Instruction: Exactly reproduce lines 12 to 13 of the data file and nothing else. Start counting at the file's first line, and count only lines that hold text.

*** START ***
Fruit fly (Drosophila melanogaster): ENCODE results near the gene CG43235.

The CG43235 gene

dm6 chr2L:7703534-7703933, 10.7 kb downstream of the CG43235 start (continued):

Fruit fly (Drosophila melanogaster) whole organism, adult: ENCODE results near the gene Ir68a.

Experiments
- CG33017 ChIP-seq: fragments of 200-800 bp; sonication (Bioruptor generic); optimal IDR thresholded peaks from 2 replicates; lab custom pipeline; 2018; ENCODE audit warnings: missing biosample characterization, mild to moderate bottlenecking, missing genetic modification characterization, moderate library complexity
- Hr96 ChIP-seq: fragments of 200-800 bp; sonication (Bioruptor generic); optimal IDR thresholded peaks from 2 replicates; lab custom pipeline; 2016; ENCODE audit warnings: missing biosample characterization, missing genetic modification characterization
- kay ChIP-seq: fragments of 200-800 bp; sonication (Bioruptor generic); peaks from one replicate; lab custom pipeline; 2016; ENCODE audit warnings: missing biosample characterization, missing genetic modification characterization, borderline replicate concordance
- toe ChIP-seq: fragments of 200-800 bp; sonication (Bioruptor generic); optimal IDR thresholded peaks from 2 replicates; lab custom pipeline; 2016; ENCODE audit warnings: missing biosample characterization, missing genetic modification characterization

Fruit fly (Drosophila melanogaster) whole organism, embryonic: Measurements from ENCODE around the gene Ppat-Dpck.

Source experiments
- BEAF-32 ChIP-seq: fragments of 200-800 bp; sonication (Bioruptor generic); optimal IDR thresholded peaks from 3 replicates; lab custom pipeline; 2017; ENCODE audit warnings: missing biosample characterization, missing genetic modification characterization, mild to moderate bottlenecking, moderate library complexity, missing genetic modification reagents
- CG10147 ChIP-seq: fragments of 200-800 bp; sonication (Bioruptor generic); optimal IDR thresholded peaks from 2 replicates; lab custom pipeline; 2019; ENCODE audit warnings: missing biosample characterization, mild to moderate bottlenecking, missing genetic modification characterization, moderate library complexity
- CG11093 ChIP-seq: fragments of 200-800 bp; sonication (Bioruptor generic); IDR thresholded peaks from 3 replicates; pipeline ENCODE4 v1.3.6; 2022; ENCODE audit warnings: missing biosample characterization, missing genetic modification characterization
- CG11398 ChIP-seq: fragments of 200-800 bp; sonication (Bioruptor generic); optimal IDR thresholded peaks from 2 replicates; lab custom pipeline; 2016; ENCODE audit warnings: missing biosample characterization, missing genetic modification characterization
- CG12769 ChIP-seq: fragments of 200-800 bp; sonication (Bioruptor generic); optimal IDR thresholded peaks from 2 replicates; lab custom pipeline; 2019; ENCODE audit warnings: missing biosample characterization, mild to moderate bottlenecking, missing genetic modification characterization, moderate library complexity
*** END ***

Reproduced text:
- BEAF-32 ChIP-seq: fragments of 200-800 bp; sonication (Bioruptor generic); optimal IDR thresholded peaks from 3 replicates; lab custom pipeline; 2017; ENCODE audit warnings: missing biosample characterization, missing genetic modification characterization, mild to moderate bottlenecking, moderate library complexity, missing genetic modification reagents
- CG10147 ChIP-seq: fragments of 200-800 bp; sonication (Bioruptor generic); optimal IDR thresholded peaks from 2 replicates; lab custom pipeline; 2019; ENCODE audit warnings: missing biosample characterization, mild to moderate bottlenecking, missing genetic modification characterization, moderate library complexity